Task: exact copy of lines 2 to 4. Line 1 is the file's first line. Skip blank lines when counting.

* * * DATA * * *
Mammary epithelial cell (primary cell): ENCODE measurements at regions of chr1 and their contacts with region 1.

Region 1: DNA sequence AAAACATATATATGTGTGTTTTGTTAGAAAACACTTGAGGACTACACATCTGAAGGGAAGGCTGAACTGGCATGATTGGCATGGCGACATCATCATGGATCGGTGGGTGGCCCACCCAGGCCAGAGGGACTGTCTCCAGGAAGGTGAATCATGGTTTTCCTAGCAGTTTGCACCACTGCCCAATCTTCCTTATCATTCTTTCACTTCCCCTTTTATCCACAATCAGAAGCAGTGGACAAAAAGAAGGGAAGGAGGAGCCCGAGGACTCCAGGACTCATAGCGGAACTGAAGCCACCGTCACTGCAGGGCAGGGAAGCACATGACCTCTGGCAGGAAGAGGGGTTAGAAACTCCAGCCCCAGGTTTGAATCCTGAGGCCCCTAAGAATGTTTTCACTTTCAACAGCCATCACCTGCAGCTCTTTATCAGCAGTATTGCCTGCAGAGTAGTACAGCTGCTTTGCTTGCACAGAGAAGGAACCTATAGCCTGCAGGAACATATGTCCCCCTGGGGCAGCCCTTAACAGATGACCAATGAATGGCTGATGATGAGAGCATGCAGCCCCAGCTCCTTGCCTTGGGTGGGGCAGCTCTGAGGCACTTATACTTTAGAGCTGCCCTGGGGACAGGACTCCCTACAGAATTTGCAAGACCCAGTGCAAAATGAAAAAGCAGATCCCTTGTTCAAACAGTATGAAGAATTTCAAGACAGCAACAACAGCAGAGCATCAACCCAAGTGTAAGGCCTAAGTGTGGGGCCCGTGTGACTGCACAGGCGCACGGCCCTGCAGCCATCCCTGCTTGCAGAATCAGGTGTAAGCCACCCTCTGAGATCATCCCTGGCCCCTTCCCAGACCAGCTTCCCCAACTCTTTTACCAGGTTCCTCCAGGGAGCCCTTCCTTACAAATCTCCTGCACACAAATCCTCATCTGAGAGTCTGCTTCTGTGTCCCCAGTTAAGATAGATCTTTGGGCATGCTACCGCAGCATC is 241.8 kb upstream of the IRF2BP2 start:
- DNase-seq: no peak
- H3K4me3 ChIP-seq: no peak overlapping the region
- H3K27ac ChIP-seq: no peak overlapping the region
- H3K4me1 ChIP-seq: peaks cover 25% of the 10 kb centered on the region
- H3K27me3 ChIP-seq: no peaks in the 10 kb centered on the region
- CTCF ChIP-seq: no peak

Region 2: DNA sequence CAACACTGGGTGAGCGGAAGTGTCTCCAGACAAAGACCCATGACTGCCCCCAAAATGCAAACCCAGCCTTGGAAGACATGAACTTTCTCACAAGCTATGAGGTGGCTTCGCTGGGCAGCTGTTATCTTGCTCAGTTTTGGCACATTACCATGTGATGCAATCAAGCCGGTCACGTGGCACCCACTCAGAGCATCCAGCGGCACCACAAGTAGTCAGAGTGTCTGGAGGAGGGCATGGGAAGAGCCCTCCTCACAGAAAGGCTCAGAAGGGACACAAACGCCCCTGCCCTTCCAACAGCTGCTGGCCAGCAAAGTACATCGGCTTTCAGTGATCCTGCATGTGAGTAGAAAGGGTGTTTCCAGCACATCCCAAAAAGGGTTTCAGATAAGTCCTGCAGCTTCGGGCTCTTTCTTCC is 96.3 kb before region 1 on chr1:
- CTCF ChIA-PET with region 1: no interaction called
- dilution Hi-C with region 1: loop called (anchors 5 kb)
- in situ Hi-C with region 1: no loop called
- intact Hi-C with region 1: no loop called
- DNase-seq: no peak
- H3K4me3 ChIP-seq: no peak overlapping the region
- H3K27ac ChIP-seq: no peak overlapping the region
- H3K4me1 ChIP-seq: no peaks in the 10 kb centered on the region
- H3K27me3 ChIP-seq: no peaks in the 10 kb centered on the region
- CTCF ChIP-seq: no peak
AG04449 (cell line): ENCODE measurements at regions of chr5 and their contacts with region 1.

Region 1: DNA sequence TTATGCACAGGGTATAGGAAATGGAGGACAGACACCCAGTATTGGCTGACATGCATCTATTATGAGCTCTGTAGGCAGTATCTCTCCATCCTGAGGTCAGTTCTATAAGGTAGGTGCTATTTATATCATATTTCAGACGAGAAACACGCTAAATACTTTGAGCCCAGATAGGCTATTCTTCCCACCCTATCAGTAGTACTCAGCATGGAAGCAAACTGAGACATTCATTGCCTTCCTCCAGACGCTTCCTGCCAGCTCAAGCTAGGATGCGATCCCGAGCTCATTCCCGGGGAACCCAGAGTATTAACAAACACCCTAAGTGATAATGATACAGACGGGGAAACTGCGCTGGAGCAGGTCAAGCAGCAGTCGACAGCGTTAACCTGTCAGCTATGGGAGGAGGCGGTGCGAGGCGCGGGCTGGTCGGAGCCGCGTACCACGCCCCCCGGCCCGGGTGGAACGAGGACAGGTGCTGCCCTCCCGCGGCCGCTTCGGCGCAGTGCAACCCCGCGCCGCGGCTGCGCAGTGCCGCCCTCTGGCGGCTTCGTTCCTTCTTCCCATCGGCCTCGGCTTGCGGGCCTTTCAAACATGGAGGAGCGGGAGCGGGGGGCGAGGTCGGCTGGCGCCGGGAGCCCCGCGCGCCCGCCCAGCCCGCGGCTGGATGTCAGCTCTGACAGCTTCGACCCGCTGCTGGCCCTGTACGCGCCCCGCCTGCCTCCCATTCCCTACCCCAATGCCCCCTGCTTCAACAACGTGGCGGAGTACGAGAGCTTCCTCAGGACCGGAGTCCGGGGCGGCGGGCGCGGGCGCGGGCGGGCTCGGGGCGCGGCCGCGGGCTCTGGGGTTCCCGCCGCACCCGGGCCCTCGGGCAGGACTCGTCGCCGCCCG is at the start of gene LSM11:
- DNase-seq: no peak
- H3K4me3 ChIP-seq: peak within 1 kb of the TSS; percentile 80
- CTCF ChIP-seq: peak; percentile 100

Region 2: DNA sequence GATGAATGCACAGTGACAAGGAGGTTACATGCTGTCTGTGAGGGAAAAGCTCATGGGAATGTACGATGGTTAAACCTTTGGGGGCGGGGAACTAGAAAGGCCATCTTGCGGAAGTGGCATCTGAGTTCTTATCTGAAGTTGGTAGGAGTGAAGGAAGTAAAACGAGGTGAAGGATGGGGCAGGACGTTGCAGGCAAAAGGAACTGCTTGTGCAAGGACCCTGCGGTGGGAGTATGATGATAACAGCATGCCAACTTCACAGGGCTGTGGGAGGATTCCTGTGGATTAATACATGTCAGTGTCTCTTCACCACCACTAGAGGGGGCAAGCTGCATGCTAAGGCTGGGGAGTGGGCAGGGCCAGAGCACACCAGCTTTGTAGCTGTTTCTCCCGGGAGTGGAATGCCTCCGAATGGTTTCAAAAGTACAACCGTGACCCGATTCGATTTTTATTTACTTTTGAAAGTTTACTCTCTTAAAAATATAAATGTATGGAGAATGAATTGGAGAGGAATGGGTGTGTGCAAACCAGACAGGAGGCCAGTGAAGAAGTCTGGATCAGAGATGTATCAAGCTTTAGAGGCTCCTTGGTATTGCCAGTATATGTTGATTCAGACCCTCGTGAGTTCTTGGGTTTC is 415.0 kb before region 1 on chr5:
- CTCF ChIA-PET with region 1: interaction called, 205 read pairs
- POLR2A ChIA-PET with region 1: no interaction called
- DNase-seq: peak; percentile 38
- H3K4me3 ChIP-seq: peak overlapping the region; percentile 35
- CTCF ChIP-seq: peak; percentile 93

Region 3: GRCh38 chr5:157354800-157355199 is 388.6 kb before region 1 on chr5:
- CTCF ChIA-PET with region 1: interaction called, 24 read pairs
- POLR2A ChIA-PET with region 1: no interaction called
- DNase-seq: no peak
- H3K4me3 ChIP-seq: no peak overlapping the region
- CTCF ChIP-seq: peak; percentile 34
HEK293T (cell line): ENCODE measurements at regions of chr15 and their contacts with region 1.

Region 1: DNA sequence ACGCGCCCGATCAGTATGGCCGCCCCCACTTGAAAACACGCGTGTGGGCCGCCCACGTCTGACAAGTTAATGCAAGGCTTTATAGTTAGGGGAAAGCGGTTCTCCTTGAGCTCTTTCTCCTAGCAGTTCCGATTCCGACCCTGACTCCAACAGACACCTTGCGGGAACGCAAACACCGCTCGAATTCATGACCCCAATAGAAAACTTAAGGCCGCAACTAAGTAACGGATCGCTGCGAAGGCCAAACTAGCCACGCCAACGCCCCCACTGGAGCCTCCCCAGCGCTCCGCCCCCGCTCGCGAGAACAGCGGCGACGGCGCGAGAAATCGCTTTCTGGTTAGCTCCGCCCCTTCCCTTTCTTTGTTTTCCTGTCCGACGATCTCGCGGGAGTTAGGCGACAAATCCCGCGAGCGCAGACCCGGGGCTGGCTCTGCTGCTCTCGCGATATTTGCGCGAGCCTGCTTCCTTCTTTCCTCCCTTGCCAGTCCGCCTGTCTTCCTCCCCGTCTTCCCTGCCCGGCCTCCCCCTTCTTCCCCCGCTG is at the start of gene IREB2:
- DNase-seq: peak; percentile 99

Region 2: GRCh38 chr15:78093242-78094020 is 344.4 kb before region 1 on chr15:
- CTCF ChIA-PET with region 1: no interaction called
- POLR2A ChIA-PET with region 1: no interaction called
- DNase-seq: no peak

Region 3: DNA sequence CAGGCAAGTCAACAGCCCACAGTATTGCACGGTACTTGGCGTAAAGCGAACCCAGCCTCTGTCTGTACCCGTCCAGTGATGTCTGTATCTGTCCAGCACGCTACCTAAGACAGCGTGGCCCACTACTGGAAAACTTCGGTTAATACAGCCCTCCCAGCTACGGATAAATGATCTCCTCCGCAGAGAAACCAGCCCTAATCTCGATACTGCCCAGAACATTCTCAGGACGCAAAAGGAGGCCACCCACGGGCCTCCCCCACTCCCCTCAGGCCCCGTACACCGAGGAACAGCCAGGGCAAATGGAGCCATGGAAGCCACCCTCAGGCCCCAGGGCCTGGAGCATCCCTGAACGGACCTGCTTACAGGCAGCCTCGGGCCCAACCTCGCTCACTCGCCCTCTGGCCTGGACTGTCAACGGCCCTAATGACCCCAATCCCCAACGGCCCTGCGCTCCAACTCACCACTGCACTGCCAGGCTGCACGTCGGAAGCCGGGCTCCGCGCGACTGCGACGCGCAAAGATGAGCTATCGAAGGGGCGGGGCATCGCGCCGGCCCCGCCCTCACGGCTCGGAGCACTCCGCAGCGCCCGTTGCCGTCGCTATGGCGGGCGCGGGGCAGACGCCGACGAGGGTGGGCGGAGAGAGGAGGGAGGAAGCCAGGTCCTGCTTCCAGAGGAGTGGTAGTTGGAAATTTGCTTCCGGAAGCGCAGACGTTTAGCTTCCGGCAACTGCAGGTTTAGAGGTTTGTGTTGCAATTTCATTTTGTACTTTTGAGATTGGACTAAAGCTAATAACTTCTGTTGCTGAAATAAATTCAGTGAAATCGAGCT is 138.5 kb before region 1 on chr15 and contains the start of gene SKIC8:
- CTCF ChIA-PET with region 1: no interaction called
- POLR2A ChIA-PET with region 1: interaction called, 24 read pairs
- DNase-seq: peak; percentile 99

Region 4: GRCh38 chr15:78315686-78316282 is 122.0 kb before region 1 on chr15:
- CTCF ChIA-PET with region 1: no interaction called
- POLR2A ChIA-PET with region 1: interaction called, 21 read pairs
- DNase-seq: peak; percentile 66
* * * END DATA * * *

Region 1: DNA sequence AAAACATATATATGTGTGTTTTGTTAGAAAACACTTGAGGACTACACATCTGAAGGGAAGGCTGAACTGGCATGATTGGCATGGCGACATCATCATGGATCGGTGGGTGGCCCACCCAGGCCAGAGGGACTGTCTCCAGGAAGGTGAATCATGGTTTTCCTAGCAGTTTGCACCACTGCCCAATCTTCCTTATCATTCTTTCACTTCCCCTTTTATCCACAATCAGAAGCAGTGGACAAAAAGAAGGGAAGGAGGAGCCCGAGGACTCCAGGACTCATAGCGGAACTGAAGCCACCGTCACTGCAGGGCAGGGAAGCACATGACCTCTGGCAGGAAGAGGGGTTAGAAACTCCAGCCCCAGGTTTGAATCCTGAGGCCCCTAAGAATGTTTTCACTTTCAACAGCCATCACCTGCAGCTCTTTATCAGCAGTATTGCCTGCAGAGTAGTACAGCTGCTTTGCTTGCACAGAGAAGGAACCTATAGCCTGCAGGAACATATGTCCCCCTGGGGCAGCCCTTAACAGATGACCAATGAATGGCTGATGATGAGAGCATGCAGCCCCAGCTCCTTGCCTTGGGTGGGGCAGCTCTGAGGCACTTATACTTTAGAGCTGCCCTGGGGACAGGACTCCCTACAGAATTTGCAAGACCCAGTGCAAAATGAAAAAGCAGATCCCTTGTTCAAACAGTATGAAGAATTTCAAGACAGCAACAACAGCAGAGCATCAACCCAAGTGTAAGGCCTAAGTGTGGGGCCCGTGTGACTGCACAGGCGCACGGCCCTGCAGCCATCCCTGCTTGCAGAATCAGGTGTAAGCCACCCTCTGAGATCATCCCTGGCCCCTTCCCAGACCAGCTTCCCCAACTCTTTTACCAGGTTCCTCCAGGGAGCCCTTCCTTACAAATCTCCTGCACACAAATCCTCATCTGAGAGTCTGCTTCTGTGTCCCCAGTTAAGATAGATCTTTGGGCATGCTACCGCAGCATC is 241.8 kb upstream of the IRF2BP2 start:
- DNase-seq: no peak
- H3K4me3 ChIP-seq: no peak overlapping the region